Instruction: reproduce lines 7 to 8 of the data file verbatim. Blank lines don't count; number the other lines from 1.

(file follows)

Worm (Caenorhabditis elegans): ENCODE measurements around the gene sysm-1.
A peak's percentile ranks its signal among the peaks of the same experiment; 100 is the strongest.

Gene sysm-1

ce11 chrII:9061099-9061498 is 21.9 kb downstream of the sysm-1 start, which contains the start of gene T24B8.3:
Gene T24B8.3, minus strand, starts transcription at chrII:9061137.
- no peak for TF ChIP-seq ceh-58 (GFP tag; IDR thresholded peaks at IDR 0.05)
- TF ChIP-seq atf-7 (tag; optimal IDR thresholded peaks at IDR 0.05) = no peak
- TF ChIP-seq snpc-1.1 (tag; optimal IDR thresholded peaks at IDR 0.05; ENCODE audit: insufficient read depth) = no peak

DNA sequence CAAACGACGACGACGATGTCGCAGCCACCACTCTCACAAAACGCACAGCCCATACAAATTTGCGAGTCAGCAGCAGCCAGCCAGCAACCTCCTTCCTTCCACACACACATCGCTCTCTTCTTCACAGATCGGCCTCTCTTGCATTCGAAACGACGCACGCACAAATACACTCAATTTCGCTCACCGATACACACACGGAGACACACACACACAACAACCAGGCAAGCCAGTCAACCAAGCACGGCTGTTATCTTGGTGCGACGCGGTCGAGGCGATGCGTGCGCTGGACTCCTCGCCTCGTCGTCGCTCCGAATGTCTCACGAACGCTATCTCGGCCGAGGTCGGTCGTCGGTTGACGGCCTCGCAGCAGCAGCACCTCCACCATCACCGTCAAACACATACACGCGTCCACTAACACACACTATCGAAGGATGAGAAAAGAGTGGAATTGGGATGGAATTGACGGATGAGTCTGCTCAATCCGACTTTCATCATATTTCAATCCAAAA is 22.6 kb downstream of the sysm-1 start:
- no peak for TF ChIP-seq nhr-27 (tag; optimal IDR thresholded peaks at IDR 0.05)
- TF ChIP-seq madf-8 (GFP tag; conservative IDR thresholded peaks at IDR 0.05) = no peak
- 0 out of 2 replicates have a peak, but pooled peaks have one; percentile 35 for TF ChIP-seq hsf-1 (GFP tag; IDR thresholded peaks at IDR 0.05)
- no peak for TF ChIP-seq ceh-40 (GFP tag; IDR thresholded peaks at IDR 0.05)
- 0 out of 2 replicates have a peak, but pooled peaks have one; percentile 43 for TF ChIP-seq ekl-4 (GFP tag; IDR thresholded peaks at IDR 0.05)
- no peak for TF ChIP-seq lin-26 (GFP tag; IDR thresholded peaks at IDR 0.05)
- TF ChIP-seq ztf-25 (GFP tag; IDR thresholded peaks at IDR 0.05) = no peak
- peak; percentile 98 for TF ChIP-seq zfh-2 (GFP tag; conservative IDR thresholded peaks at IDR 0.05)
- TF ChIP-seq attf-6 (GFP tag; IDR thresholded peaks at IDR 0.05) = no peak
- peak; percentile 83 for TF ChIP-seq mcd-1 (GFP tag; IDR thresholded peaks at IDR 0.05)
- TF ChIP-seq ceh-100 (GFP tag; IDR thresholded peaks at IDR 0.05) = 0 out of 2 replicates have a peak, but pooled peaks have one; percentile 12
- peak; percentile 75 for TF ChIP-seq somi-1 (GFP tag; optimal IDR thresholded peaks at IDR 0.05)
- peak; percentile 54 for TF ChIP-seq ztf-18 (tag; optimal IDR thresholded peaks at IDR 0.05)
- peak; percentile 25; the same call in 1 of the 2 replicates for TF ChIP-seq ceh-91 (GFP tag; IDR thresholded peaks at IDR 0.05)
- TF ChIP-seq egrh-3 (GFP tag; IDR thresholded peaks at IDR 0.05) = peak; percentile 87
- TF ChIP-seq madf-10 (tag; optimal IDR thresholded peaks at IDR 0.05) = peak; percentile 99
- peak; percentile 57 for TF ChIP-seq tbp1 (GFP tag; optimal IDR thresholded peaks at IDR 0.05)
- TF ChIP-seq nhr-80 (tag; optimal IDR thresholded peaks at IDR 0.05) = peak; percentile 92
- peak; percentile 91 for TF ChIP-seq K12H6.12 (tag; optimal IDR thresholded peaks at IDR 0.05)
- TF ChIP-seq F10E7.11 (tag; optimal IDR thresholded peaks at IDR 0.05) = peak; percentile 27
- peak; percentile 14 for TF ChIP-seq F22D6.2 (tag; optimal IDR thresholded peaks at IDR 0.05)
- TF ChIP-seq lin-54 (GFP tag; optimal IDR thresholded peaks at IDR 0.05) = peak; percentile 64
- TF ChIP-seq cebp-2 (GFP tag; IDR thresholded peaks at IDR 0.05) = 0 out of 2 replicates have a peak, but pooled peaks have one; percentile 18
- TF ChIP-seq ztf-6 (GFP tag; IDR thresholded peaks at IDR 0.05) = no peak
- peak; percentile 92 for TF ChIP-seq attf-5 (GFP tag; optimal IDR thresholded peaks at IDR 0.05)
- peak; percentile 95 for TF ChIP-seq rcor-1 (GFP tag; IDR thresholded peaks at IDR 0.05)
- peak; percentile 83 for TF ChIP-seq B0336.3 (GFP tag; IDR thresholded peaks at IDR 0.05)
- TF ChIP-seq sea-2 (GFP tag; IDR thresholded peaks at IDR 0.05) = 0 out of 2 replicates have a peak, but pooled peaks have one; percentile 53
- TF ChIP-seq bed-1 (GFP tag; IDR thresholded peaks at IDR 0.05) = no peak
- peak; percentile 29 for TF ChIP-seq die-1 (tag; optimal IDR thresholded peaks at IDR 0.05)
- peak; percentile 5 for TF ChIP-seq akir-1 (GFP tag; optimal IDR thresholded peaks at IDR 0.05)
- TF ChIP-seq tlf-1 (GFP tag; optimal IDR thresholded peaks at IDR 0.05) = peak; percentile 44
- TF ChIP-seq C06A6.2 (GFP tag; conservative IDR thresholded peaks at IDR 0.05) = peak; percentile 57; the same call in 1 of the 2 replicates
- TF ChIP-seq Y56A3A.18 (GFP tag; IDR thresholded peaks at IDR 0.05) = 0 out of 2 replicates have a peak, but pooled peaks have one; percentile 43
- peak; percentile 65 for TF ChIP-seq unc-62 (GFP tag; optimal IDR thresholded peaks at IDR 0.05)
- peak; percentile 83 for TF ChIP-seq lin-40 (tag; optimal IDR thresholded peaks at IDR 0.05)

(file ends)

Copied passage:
- TF ChIP-seq atf-7 (tag; optimal IDR thresholded peaks at IDR 0.05) = no peak
- TF ChIP-seq snpc-1.1 (tag; optimal IDR thresholded peaks at IDR 0.05; ENCODE audit: insufficient read depth) = no peak